The proposed project will continue a programmatic investigation of the autonomic neural mechanisms of feeding and body weight regulation. The long-range goal of the project is to obtain information critically needed for treating ingestive disorders, notably obesity, and a variety of gastrointestinal (Gl) diseases. The vagus nerve is the major neural pathway reciprocally connecting the brain and the Gl tract. Vagal sensory and motor axons coordinate much of the physiology of energy homeostasis, including both short- and longterm controls of ingestion and body weight. Surprisingly, given the crucial importance of the vagus, many of the nerve's structural and functional details particularly relevant to an understanding of ingestion are as yet unknown. Thus, the goals of the project are to continue a series of productive analyses that are characterizing the morphological types, regional distributions, and functions of vagal projections that link the brain and Gl tract. The first specific aim is to characterize and map the different vagal~and other visceralsensory endings in the stomach. The second specific aim is to describe and map the vagal~and other visceral-sensory endings in the intestines. The experiments of these first two aims will use recently adapted neural tracer protocols to provide inventories of, and maps for, the chemo-, mechano-, osmo-, and thermoreceptors throughout the gut.
The third aim i s to characterize and map different vagal?and sympatheticmotor projections to the Gl tract. This series of experiments will use tracers to yield an inventory of, and maps for, the motor projections by which the brain coordinates Gl functions.
The final aim i s to evaluate alterations in ingestive behavior associated with selective remodeling ofthe innervation of the Gl tract. The experiments of this aim will use structure-function correlations in animal models involving surgical manipulations ofthe stomach and duodenum, vagal losses produced by selective mutations, vagal neuropathies, transections, and regeneration. These four specific aims are direct extensions of the four aims that have guided the research of the last five years of the project.

Public Health Relevance

The aims are critical to developing treatments for obesity and other metabolic and digestive diseases. The experiments will generate a neuroscience foundation for refining obesity surgeries, now guided primarily by trial and error, and other interventions ofthe Gl tract (e.g., pacemakers) that are used to treat eating disorders, reflux disease, irritable bowel syndrome, peptic ulcers, autonomic neuropathies, and visceral pain.

Agency
National Institute of Health (NIH)
Institute
National Institute of Diabetes and Digestive and Kidney Diseases (NIDDK)
Type
Method to Extend Research in Time (MERIT) Award (R37)
Project #
5R37DK027627-35
Application #
8586521
Study Section
Special Emphasis Panel (NSS)
Program Officer
Yanovski, Susan Z
Project Start
1980-01-01
Project End
2016-11-30
Budget Start
2013-12-01
Budget End
2014-11-30
Support Year
35
Fiscal Year
2014
Total Cost
$522,967
Indirect Cost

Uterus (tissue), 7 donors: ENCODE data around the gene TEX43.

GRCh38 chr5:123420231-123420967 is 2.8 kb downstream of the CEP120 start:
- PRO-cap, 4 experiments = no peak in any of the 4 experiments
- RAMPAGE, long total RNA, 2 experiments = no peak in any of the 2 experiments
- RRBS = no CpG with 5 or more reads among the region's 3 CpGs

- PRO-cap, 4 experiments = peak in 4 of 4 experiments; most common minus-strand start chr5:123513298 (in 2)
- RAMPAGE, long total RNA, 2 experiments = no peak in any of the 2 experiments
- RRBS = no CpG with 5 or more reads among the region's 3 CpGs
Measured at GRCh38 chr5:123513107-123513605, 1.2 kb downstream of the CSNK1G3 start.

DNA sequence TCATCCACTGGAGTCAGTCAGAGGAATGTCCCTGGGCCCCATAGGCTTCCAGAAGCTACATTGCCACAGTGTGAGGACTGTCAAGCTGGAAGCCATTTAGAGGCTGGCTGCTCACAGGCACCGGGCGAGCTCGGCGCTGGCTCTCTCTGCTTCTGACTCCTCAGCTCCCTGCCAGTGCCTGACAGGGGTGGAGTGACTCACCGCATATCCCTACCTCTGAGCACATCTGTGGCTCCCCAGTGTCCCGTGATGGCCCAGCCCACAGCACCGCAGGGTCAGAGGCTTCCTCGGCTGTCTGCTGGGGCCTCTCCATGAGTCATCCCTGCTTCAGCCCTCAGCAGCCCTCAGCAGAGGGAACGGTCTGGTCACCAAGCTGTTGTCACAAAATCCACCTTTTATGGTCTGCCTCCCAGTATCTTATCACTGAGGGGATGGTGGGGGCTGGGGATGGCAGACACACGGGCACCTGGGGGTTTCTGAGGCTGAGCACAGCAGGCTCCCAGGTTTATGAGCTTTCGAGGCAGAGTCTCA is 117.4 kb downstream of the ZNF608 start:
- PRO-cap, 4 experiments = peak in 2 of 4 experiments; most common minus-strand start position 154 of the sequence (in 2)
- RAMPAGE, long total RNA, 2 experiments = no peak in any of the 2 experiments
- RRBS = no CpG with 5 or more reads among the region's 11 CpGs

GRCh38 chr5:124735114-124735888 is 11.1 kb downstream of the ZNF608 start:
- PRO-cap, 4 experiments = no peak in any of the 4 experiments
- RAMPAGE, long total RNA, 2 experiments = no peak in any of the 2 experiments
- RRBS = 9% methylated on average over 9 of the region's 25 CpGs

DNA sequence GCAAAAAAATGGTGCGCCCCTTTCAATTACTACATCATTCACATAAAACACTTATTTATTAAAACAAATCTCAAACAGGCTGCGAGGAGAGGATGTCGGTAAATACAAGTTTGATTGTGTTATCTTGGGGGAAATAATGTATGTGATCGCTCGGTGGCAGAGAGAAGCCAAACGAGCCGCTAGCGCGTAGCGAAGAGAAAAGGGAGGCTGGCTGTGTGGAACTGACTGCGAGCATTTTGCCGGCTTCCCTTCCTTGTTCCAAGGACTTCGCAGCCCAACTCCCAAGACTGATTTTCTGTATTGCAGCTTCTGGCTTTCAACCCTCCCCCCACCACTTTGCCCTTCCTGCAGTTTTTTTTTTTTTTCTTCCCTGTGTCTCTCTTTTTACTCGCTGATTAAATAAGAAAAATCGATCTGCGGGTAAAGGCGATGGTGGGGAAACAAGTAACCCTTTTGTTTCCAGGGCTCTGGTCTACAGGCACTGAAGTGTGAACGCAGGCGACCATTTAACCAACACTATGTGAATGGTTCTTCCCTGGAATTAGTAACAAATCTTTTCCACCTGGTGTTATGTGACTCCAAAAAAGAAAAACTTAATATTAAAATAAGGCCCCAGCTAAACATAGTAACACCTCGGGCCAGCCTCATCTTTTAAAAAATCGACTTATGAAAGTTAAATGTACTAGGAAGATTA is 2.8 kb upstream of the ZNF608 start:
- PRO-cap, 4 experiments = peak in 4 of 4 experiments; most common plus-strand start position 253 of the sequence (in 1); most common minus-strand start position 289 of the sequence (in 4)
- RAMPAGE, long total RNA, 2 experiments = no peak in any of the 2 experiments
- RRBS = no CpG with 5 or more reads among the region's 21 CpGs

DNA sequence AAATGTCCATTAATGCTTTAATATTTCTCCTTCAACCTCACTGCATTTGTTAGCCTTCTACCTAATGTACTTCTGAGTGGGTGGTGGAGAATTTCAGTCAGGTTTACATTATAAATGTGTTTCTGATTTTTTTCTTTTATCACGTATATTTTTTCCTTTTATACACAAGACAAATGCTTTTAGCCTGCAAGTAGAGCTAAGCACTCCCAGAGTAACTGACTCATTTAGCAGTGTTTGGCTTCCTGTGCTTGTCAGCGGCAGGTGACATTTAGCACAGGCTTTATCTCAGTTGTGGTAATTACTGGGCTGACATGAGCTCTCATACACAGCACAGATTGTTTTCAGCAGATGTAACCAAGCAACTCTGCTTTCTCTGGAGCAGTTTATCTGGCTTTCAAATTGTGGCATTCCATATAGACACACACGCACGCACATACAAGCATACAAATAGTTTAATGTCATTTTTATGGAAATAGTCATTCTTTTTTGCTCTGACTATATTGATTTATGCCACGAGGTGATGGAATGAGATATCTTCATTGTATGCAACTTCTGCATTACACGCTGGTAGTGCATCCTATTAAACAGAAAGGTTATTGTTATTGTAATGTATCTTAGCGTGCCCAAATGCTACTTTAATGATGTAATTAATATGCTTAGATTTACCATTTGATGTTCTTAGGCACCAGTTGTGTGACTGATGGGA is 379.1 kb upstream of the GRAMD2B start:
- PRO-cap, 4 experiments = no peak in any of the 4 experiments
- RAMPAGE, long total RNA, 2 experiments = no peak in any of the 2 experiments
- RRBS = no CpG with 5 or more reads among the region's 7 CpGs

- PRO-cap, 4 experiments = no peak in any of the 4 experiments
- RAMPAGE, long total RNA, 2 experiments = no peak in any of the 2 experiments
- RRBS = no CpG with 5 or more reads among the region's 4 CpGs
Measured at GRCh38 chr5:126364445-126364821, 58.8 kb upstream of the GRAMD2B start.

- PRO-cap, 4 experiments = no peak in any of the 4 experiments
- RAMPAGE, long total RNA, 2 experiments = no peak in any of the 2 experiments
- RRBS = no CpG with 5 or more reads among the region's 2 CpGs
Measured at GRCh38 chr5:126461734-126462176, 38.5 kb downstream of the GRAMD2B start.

$183,378
Name
Purdue University
Department
Psychology
Type
Schools of Arts and Sciences
DUNS #
072051394
City
West Lafayette
State
IN
Country
United States
Zip Code
47907
Powley, Terry L; Hudson, Cherie N; McAdams, Jennifer L et al. (2014) Organization of vagal afferents in pylorus: mechanoreceptors arrayed for high sensitivity and fine spatial resolution? Auton Neurosci 183:36-48
Phillips, Robert J; Billingsley, Cherie N; Powley, Terry L (2013) Macrophages are unsuccessful in clearing aggregated alpha-synuclein from the gastrointestinal tract of healthy aged Fischer 344 rats. Anat Rec (Hoboken) 296:654-69
Powley, Terry L; Baronowsky, Elizabeth A; Gilbert, Jared M et al. (2013) Vagal afferent innervation of the lower esophageal sphincter. Auton Neurosci 177:129-42
Powley, Terry L; Mittal, Ravinder K; Baronowsky, Elizabeth A et al. (2013) Architecture of vagal motor units controlling striated muscle of esophagus: peripheral elements patterning peristalsis? Auton Neurosci 179:90-8
Phillips, Robert J; Hudson, Cherie N; Powley, Terry L (2013) Sympathetic axonopathies and hyperinnervation in the small intestine smooth muscle of aged Fischer 344 rats. Auton Neurosci 179:108-21
Phillips, R J; Martin, F N; Billingsley, C N et al. (2013) Alpha-synuclein expression patterns in the colonic submucosal plexus of the aging Fischer 344 rat: implications for biopsies in aging and neurodegenerative disorders? Neurogastroenterol Motil 25:e621-33
Powley, T L; Phillips, R J (2011) Vagal intramuscular array afferents form complexes with interstitial cells of Cajal in gastrointestinal smooth muscle: analogues of muscle spindle organs? Neuroscience 186:188-200
Powley, Terry L; Spaulding, Ryan A; Haglof, Stanley A (2011) Vagal afferent innervation of the proximal gastrointestinal tract mucosa: chemoreceptor and mechanoreceptor architecture. J Comp Neurol 519:644-60
Phillips, Robert J; Walter, Gary C; Powley, Terry L (2010) Age-related changes in vagal afferents innervating the gastrointestinal tract. Auton Neurosci 153:90-8
Phillips, Robert J; Walter, Gary C; Ringer, Brittany E et al. (2009) Alpha-synuclein immunopositive aggregates in the myenteric plexus of the aging Fischer 344 rat. Exp Neurol 220:109-19

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